The High Court has dismissed a petition in which an aggrieved man wanted the Independent Policing Oversight Authority compelled to take disciplinary action against two police officers.

In a judgement by the Court in Mombasa, the clarification of IPOA’s mandate was clearly interpreted, spelling out why it is ill informed to enjoin the Authority in matters beyond the provisions that guide civilian police oversight in Kenya.

Mr. Anamonye Anthony Ugochukwu, a Nigerian national was arrested at the coastal town of Mtwapa, Kilifi South, Kilifi County on June 11, 2022, which he termed “unlawful,” prompting him to move to Court.

Allegations of violations of rights and freedom

He also felt he was “discriminately targeted and stopped” before being arrested and detained at the local police station alongside his fellow countryman Mr. Okorare Emmanuel Tobore. They were suspected of being in Kenya illegally.

Mr. Ugochukwu also informed the court that “he had been targeted solely because he had earlier lodged a complaint with the Independent Policing Oversight Authority against their colleagues stationed at Bamburi police station.”

The complaint, which IPOA responded to in court, had happened earlier on March 19, 2022.


He lodged a second complaint on June 17, 2022, this time aggrieved by the actions of officers from Mtwapa Police Station, in the matter that was settled in the judgment by Justice Olga Sewe on August 21, 2023.

In court, Mr. Ugochukwu “blamed IPOA for his woes, contending that despite lodging his complaint, the Authority slackened in its constitutional duty to hold the officers concerned accountable for their misconduct.”

Further in his prayers to the court, he asked that IPOA be compelled to take disciplinary action against the officers who took part in “violation of his rights and fundamental freedoms.”

Mandamus (the compelling orders the petition was seeking against IPOA) is first, employed to enforce the performance of a public duty, which is imperative, not optional, or discretionary, with the authority concerned. Secondly, it is used to enforce the performance of public duties, by public authority, and not when it is under no duty under the law. Thirdly, mandamus may be issued directing the concerned authority to act according to law.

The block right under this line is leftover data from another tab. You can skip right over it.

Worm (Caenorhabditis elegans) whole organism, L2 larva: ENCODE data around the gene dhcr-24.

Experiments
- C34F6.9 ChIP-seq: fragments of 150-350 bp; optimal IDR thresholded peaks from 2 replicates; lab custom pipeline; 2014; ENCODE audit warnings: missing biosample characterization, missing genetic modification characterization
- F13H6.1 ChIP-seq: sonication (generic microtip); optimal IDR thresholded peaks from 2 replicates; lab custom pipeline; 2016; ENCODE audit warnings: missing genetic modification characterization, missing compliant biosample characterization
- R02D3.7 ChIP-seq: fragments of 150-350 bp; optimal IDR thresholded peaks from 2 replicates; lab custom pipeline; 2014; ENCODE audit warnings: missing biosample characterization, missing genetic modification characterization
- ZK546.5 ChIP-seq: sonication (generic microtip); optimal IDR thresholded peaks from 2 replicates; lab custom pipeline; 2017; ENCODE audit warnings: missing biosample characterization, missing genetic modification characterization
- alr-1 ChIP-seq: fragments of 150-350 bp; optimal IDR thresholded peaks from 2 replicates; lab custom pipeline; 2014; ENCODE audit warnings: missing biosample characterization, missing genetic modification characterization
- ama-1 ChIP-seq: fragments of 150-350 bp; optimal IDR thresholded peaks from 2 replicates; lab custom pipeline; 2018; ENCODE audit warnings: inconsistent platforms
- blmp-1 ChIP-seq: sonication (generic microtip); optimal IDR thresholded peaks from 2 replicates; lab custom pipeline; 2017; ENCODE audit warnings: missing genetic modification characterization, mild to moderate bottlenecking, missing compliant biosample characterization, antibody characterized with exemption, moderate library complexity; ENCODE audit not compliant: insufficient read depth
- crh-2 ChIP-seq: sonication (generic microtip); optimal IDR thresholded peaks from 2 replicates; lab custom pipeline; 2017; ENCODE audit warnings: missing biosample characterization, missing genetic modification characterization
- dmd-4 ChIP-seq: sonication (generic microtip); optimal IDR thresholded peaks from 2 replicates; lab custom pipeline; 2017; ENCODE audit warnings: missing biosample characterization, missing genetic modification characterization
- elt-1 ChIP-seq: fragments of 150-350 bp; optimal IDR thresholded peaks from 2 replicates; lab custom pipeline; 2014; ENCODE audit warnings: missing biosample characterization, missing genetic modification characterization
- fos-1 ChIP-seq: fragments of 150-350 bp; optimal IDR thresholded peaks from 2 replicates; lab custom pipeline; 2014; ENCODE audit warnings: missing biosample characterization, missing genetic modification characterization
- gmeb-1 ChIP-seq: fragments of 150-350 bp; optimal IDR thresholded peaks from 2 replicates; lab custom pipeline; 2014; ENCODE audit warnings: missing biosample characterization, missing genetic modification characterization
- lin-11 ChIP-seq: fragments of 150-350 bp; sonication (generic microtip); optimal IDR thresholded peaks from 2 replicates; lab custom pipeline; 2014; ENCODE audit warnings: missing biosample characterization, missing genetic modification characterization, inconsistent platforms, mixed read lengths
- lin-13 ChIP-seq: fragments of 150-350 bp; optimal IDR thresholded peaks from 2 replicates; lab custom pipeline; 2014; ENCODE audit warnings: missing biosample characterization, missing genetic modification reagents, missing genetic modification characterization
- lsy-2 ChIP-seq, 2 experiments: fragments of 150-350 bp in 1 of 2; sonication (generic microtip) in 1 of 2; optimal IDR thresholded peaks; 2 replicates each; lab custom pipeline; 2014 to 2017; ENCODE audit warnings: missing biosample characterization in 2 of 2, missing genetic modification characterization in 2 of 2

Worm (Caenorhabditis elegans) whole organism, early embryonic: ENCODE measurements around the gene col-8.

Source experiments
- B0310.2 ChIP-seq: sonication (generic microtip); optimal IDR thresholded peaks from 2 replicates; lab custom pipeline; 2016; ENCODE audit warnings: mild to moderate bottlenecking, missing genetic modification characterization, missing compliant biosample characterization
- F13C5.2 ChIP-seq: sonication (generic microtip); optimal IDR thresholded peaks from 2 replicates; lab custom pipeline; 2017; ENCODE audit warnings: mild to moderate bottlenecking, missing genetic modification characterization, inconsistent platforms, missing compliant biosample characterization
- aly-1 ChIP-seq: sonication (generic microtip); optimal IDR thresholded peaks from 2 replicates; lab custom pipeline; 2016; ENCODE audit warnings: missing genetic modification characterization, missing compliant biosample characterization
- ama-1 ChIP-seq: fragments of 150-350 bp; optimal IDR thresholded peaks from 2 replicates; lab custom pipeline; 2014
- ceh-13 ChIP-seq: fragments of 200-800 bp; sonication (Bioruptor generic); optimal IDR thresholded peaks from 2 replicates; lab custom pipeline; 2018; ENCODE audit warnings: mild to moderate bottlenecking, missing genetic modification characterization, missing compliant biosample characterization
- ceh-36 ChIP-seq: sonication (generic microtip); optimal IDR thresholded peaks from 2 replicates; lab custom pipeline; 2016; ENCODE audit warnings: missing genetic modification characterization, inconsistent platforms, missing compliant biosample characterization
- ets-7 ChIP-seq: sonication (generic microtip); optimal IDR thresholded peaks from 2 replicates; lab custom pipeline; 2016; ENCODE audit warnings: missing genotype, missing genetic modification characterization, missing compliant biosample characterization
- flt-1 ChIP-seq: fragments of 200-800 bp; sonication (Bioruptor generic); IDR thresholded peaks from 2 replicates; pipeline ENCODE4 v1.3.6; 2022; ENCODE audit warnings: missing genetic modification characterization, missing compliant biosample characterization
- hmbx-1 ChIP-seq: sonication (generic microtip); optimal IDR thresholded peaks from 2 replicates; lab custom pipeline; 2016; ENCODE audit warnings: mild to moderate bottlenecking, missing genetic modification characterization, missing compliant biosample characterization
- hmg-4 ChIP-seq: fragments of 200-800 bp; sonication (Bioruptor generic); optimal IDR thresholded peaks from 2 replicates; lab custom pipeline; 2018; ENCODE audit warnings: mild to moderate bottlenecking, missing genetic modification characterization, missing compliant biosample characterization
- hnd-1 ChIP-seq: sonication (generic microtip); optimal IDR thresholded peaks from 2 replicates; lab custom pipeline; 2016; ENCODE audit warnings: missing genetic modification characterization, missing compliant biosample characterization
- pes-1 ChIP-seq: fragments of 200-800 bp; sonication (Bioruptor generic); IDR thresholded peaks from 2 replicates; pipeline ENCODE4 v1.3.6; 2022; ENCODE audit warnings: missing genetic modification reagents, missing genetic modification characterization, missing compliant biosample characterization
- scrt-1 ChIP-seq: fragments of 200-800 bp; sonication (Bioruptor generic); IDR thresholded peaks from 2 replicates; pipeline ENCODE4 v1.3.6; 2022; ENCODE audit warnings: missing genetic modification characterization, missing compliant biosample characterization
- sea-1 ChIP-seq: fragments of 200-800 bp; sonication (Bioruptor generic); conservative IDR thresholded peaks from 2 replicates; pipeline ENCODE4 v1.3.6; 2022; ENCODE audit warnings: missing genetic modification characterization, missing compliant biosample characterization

The Judgement citing Republic vs Commissioner of Lands and another exparte Kithinji Murugu Mágere Misc Application No. 395 of 2012

IPOA complaints processing and preliminary inquiry

A traffic enforcement officer at Kilifi Sub-county command

In response, two IPOA officials took the court through the process initiated in its endeavour to ensure that it lives up to its mandate – to hold the Police accountable to the public in the performance of their functions.

The process began with a preliminary investigation that involved a visit to Mtwapa Police Station and an initial report was presented to the regional officer in-charge of Criminal Investigations at the Coast.

The Authority also informed the court that through its intervention, Mr. Ugochukwu was refunded the cash bail he had posted to secure his release and an abstract for a lost passport was also given back by the police.  

Ultra vires beyond mandate

In taking those steps, the Authority argued that it had taken appropriate action and therefore, “the petition was prematurely filed.”

The counsel for IPOA further asked the court not to compel the Authority to take disciplinary action against the officers, arguing that it would be tantamount to the Authority overstepping its mandate.

Justice Sewe agreed with the argument adding that the Authority “has no statutory mandate to take disciplinary action” against the officers and directing such an order “would be misplaced.”

Among other consideration, Justice Sewe dismissed the petition, having found it lacked merit. Besides the DCI Constable, Diba Halake and Station Commander Biberone Umanzi, the petitioner also wanted IPOA be compelled to take disciplinary action against the Inspector General of the National Police Service.